David Chang’s book examines land use and ownership in the Creek Nation in Oklahoma. His book details events from before the Trail of Tears in 1830 through the passage of the Dawes Act of 1887, the Curtis Act of 1898, Oklahoma statehood in 1907, and into the early decades of the twentieth century. Chang contends that this history of the issues of slavery, land, dispossession, race relations, nationalism, class conflict and profit in Oklahoma are a microcosm of events in the United States generally. Chang further argues that racial identity is indistinguishable from national identity for many Americans, and that understanding how class conflict informs this idea requires one to look backwards, and see how ideas of race and nation influence class consciousness.
The book initially examines Creek concepts of property and ownership in the period before the Civil War, when Creek towns traditionally held land in common. In 1830, the U.S. Congress passed the Indian Removal Act, and forced the entire Creek Nation, along with almost all other Native Americans in the South, to emigrate to the new “Indian Territory,” in present-day Oklahoma. Those that survived began to adopt different practices in land-use in Oklahoma, eventually being forced to adopt individual land ownership practices, after the passage of the Curtis Act. Chang argues convincingly that one cannot separate national identity from race identity, and that true understanding requires familiarity with the specifics of class struggle. The author provides important details of the struggle of the Creeks to come to terms with enormous changes, and with the complexities of race and class struggle in Oklahoma. Chang’s study of Creek and Native American viewpoints helps to unpack the complex story of early Oklahoma, and shines a light on a dark corner of American history.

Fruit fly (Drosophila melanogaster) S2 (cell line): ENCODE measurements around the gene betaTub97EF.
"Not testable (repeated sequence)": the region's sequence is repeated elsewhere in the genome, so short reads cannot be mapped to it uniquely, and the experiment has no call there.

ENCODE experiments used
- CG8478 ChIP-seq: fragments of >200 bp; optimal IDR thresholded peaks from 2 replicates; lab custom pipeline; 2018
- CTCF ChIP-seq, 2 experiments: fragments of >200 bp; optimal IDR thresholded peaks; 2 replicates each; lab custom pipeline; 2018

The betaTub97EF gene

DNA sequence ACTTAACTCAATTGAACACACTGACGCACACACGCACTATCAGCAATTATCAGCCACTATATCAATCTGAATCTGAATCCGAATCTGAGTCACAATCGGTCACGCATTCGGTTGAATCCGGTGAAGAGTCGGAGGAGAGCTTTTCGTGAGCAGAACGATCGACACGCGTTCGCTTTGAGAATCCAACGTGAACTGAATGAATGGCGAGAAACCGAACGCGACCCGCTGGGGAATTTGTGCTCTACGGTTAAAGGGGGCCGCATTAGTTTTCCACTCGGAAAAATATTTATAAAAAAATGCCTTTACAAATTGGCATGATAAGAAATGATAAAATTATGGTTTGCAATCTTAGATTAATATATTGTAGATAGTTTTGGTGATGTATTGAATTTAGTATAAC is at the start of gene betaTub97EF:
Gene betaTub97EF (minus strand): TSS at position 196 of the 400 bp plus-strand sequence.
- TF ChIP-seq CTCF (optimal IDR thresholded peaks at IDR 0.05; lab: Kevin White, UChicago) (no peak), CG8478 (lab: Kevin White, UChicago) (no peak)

You can find collectible books and ephemera relating to Native American history in the Rare Book Room.